“The search committee will be made up of Jed Hughes with Korn Ferry. I think most of you have probably heard of Korn Ferry. It’s an international search firm. We’ve used them in our other (business) lives a lot. I’ve known Jed over the last couple of years. Jed has done several searches as of late, I should say, over the last several years. (Head coach) Pete Carroll, (general manager) John Schneider at Seattle, (head coach) Andy Reid at Kansas City, (head coach) Bill O’Brien at Houston, (University of Michigan head football coach) Jim Harbaugh at Michigan, (head coach) Dan Quinn at Atlanta, and he along with Sashi Brown, Dee and myself will head up the search committee. We’ll go to work right away.”
Bringing Jed Hughes in to consult in the search, in itself, is not a bad idea. He could help identify some very good candidates to replace Pettine. He’s obviously got a resume that suggests it’s worth the shot.
It gets dicey from there. Haslam has proven he isn’t so strong hiring on the football side of the NFL. In his short tenure, he has hired and fired Rob Chudzinski and Pettine as coaches and Mike Lombardi and Farmer as GMs. Joe Banner was named CEO in 2012 when Haslam bought the team and wore out his welcome, as well.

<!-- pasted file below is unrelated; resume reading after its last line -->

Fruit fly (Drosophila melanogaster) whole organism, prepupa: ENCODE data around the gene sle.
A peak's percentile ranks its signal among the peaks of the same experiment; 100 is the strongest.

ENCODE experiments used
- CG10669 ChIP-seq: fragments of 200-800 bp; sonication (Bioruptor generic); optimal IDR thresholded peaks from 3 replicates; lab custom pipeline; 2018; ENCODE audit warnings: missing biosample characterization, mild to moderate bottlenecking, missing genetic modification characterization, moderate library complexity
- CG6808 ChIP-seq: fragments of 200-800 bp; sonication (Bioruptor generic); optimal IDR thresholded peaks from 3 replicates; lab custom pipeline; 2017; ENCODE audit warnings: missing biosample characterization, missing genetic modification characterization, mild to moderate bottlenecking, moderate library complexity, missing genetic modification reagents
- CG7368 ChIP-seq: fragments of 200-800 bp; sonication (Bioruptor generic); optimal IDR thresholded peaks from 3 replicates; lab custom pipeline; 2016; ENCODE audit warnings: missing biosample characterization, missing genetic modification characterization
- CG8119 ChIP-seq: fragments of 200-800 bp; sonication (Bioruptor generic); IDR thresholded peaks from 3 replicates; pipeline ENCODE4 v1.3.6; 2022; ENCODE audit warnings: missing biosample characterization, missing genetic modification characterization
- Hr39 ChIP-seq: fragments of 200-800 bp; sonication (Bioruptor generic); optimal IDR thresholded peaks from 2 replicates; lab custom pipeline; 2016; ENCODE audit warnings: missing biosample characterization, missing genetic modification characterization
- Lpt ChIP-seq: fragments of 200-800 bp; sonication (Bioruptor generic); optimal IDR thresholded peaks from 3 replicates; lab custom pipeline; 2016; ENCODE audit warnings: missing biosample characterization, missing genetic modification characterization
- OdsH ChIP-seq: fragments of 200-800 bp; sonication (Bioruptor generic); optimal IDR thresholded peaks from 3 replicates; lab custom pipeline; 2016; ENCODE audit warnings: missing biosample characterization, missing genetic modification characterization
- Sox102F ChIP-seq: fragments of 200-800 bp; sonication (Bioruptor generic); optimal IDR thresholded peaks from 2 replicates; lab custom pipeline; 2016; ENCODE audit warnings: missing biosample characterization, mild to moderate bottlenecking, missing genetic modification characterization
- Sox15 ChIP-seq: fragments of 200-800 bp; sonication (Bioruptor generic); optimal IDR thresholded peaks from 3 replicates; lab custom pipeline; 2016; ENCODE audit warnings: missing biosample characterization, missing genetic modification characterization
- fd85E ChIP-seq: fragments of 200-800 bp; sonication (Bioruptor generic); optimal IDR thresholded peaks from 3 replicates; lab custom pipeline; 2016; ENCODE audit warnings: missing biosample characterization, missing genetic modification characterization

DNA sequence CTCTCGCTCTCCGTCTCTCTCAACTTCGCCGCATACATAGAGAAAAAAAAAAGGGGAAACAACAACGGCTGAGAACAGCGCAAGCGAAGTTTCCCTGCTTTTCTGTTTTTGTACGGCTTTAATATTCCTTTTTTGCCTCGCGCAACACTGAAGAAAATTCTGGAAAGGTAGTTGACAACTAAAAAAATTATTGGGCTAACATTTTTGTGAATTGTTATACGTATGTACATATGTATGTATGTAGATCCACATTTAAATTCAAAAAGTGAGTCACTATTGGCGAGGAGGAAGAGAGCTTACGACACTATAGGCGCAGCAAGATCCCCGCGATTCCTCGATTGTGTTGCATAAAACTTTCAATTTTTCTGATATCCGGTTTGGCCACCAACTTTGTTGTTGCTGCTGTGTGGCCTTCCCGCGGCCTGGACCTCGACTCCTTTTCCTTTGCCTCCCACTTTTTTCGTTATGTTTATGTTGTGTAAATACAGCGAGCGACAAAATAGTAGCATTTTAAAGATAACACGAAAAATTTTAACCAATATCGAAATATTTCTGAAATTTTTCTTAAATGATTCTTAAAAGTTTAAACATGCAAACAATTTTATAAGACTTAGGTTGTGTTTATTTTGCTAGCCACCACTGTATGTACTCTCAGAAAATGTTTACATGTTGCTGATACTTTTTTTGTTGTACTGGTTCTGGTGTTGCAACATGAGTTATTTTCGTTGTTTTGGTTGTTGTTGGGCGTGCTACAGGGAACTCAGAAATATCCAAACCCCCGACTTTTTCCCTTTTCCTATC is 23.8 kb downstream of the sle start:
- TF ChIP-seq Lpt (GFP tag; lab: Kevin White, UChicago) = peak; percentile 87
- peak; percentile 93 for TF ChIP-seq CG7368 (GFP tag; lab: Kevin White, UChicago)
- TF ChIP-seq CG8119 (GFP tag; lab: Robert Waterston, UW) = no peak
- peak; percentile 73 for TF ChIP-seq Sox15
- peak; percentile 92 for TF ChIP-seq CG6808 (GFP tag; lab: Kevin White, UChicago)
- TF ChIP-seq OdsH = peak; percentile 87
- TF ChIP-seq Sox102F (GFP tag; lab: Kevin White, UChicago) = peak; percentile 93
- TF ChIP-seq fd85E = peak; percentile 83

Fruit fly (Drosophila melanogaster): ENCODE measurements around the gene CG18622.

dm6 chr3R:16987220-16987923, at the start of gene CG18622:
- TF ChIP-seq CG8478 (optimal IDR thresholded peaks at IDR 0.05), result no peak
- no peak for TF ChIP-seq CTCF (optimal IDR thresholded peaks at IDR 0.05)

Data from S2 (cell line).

Joining Haslam in the search will be his wife, Dee, and a lawyer named Sashi Brown. Let me repeat that. Haslam’s wife, Dee, will be involved in the search for the Cleveland Browns new head coach.
Dee Haslam might well be an extremely intelligent woman. She might well have risen through the ranks of the business world. That doesn’t mean she knows anything about football. And before the sexism cries begin, that statement has NOTHING to do with the fact she’s a woman and EVERYTHING to do with the fact she has never worked in the game of football. The team would be no worse off running a lottery and letting some drunk fan they’ve pulled from the muny lots choose the next head coach.
Being the wife of the owner of a football team doesn’t give the fairer Haslam a lick of knowledge when it comes to the game of football. If that correlation holds, then I am qualified to draw blood because I have family members who work in the medical field.
I say the same for Jimmy Haslam. He has exactly zero knowledge when it comes to football. He’s a businessman who bought a football team. Hell, the average fan in the Greater Cleveland area has a higher football I.Q. than the Haslams combined.
The mystery man in this equation is Sashi Brown, a person we didn’t know existed until the ax fell on Farmer and Pettine on Sunday. Brown is the man who gained the most on Sunday night. He, essentially, will be the man who holds all the power when it comes to the roster as the executive vice president of football operations.